The early evidence linking endocrine manipulation to breast cancer was regression of metastatic breast cancer resulting from estrogen suppression by way of oophorectomy over a century ago [13]. This led to the evolution of endocrine therapy for treatment of breast cancer and in the last few decades the focus has been on the use of endocrine agents for prevention. Pharmacological work on tamoxifen generated the concept of selective estrogen receptor modulation based on structure-function relationship [14]. Since then additional SERMs have been have been studied as potential endocrine manipulative targets. These data are summarized below:

2.1. Tamoxifen

In view of its proven effectiveness against metastatic, recurrent and contralateral breast cancers, reasonable toxicity profile and positive long-term follow up, tamoxifen was the obvious first choice for assessment as a preventive therapy candidate. The earliest and most extensive studies on breast cancer chemoprevention focused on tamoxifen (Table 1) [15,16,17,18]. An overview of these studies suggests a 43% risk reduction for estrogen receptor positive breast cancer; however no effect is seen on estrogen negative cancer. The most significant finding is the continued benefit of tamoxifen on breast cancer risk reduction after completion of five-year treatment. This effect confers a further 38% risk reduction between six and ten years after initiation of therapy [19]. Tamoxifen remains the first choice for chemoprevention especially in premenopausal women who for whom the benefits outweigh the risks of adverse events. Life-threatening, tamoxifen-induced events such as thromboembolic sequelae or endometrial cancer are much higher in postmenopausal women compared to premenopausal women. It is however these life-threatening tamoxifen-induced events that continues to provide the incentive for investigators to identify new chemoprevention strategies with favorable risk/benefit ratio [1]. Understandably, women who have had a hysterectomy have a favorable risk-benefit ratio. Dose reduction to 5 mg a day (as opposed to 20 mg a day) has shown some promising results in term of risk-benefit ratio in women with an intact uterus [20,21].

Table 1. Studies on tamoxifen (20 mg a day) as a breast cancer preventive agent.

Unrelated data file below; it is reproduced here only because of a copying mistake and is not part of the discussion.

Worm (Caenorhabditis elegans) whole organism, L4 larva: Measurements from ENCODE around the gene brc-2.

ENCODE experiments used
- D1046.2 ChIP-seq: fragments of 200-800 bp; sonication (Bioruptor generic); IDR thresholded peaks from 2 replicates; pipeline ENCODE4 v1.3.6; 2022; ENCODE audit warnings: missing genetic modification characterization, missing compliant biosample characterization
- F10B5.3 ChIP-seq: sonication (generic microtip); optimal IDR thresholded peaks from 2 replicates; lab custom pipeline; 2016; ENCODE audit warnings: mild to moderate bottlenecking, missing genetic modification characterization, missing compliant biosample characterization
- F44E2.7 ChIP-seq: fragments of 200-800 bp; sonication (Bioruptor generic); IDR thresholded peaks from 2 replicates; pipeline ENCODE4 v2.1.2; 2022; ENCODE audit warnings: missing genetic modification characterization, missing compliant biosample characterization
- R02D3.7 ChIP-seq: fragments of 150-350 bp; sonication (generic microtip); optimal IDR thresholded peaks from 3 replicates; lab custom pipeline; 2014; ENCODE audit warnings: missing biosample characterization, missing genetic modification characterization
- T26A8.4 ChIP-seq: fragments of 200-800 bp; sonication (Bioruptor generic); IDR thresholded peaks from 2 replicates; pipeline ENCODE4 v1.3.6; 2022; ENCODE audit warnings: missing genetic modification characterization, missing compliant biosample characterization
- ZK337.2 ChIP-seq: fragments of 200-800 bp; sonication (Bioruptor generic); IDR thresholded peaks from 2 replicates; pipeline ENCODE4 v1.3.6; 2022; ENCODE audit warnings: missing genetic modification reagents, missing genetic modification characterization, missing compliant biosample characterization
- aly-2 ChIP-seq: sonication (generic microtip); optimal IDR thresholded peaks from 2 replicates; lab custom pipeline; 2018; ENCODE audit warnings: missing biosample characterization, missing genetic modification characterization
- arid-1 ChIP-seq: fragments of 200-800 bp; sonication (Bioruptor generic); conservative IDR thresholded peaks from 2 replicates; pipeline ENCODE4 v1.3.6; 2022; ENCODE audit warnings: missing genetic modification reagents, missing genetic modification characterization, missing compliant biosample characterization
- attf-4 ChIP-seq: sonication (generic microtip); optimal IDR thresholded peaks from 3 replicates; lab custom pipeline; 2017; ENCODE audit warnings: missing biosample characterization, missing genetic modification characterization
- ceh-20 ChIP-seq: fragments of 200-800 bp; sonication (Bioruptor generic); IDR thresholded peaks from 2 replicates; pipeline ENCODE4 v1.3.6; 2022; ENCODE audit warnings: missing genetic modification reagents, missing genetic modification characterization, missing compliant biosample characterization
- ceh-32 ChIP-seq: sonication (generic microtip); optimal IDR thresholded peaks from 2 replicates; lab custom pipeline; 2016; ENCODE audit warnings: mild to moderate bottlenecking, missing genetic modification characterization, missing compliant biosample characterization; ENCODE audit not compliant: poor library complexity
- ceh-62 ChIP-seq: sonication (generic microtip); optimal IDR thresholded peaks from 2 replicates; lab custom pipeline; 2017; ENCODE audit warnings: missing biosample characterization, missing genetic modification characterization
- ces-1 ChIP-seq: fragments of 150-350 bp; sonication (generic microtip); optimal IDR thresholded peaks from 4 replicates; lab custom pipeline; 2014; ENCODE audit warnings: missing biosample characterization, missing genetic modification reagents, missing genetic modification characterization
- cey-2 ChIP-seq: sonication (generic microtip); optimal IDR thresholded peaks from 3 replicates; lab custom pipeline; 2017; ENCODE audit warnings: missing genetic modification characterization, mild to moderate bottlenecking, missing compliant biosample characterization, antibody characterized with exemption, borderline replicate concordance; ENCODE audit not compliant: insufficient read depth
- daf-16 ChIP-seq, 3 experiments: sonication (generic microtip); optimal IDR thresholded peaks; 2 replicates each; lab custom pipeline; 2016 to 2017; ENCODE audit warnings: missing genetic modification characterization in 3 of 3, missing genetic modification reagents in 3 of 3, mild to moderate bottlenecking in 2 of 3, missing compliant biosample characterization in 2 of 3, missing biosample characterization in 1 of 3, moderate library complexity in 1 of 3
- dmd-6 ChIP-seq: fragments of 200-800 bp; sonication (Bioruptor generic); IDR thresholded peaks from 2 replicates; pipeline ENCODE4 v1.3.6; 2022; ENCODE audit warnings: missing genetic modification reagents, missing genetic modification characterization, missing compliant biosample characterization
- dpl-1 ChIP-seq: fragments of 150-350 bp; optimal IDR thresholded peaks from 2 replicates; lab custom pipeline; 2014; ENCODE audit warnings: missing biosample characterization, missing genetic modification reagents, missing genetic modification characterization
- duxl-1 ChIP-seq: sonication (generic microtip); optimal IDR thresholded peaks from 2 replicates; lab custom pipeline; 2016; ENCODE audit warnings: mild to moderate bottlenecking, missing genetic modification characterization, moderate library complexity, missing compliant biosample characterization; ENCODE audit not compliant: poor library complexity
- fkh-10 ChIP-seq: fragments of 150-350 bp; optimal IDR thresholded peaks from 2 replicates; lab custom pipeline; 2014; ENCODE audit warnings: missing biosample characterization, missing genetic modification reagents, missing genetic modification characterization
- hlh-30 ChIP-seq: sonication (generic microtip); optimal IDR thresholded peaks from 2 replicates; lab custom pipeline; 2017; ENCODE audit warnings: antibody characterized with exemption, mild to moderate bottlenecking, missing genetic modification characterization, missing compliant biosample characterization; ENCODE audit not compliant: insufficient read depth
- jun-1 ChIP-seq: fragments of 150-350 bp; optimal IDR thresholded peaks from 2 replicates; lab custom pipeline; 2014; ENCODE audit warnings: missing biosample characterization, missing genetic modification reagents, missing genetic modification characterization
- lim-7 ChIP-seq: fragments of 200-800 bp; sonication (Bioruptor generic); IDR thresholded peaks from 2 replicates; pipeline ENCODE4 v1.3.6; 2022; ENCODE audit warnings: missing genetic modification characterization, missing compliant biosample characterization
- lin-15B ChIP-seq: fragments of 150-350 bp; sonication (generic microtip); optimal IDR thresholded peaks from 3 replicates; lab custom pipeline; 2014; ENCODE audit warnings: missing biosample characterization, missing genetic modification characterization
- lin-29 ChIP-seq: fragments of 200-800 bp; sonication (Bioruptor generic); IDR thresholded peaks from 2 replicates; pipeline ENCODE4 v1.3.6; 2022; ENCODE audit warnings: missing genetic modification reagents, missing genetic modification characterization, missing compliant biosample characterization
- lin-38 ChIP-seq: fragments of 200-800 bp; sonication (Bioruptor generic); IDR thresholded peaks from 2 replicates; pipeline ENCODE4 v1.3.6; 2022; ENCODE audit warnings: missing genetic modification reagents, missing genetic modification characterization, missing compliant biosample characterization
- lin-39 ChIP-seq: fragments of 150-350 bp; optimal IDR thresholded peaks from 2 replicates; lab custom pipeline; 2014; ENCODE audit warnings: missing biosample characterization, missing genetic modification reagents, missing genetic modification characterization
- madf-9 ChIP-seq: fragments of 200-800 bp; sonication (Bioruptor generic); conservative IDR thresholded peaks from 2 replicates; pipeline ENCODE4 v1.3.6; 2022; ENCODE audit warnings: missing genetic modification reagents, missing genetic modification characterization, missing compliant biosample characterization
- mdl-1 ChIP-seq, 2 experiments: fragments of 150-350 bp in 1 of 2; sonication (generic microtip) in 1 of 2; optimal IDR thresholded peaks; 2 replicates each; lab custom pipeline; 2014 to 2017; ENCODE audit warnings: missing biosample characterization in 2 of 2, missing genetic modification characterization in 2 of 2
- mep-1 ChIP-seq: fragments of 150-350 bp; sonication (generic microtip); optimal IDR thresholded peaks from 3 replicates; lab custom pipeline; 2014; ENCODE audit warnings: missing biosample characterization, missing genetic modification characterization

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Table 1. Studies on tamoxifen (20 mg a day) as a breast cancer preventive agent.
StudyNumber of womenMedian follow up (mo)Relative Risk of ER positive cancerPopulation
Royal Marsden trial [15]2,4711580.6 (0.43-0.86)Positive family history
NSABP P-1 study [16]13,388840.38 (0.28-0.5)Gail score ≥1.66%
Italian Study [17]5,4081320.77 (0.51-1.16)Healthy post hysterectomy
IBIS-1 [18]7,139960.66 (0.50-0.87)High risk by age and family history

2.2. Raloxifene

Although tamoxifen is the revolutionary SERM in breast cancer prevention, raloxifene is the first drug to be used as preventive therapy studied in the context of osteoporosis prevention [22]. It is indicated for use only in postmenopausal women. This is the first drug to be approved for two of the three indications of an ideal SERM; prevention of breast cancer and osteoporosis. However, it has not been shown to prevent coronary artery disease. Three randomized trials have assessed the efficacy of raloxifene in breast cancer prevention (Table 2) [23,24,25]. Two of these studies compared raloxifene against placebo and one against tamoxifen. The original Multiple Outcomes of Raloxifene Evaluation (MORE) study was conducted to study the impact of raloxifene on osteopenia, however, a secondary trial (Continued Outcomes of Raloxifene Evaluation—CORE study) computed breast cancer incidence during extended follow up [26]. Similarly the Raloxifene Use for The Heart (RUTH) trial investigated reduction in breast cancer and cardiovascular events among women with cardiac risk factors [24]. The largest comparative study of tamoxifen versus raloxifene was the Study of Tamoxifen and Raloxifene (STAR) trial and this study demonstrated that both drugs are efficacious against breast carcinogenesis, albeit raloxifene is only 78% as effective as tamoxifen. The important finding of STAR trial is the lack of proliferative effect of raloxifene on the endometrium and lower incidence of thromboembolic events compared to tamoxifen; making it an ideal strategy for postmenopausal women with a uterus.